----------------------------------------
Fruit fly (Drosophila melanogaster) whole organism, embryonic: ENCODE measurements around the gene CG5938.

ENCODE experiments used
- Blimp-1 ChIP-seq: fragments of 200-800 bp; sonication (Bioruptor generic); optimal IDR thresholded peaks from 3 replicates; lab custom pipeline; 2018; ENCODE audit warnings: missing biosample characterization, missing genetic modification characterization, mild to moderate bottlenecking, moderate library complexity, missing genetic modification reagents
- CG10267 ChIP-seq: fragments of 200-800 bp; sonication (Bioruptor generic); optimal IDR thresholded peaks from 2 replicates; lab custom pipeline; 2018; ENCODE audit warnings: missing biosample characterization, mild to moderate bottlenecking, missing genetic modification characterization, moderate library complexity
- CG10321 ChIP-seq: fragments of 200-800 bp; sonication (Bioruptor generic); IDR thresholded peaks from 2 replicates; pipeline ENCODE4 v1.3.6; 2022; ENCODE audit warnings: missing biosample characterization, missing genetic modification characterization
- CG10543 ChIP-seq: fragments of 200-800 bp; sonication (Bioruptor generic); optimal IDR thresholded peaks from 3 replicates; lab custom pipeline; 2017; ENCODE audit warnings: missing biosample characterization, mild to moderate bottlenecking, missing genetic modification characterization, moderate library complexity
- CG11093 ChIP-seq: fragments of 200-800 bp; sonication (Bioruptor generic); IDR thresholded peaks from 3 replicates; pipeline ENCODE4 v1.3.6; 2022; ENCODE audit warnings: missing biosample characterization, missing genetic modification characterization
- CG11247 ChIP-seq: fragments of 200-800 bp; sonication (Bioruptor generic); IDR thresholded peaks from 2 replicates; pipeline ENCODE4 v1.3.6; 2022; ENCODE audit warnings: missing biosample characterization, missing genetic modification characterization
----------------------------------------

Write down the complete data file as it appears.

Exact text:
Fruit fly (Drosophila melanogaster) whole organism, embryonic: ENCODE measurements around the gene CG5938.

ENCODE experiments used
- Blimp-1 ChIP-seq: fragments of 200-800 bp; sonication (Bioruptor generic); optimal IDR thresholded peaks from 3 replicates; lab custom pipeline; 2018; ENCODE audit warnings: missing biosample characterization, missing genetic modification characterization, mild to moderate bottlenecking, moderate library complexity, missing genetic modification reagents
- CG10267 ChIP-seq: fragments of 200-800 bp; sonication (Bioruptor generic); optimal IDR thresholded peaks from 2 replicates; lab custom pipeline; 2018; ENCODE audit warnings: missing biosample characterization, mild to moderate bottlenecking, missing genetic modification characterization, moderate library complexity
- CG10321 ChIP-seq: fragments of 200-800 bp; sonication (Bioruptor generic); IDR thresholded peaks from 2 replicates; pipeline ENCODE4 v1.3.6; 2022; ENCODE audit warnings: missing biosample characterization, missing genetic modification characterization
- CG10543 ChIP-seq: fragments of 200-800 bp; sonication (Bioruptor generic); optimal IDR thresholded peaks from 3 replicates; lab custom pipeline; 2017; ENCODE audit warnings: missing biosample characterization, mild to moderate bottlenecking, missing genetic modification characterization, moderate library complexity
- CG11093 ChIP-seq: fragments of 200-800 bp; sonication (Bioruptor generic); IDR thresholded peaks from 3 replicates; pipeline ENCODE4 v1.3.6; 2022; ENCODE audit warnings: missing biosample characterization, missing genetic modification characterization
- CG11247 ChIP-seq: fragments of 200-800 bp; sonication (Bioruptor generic); IDR thresholded peaks from 2 replicates; pipeline ENCODE4 v1.3.6; 2022; ENCODE audit warnings: missing biosample characterization, missing genetic modification characterization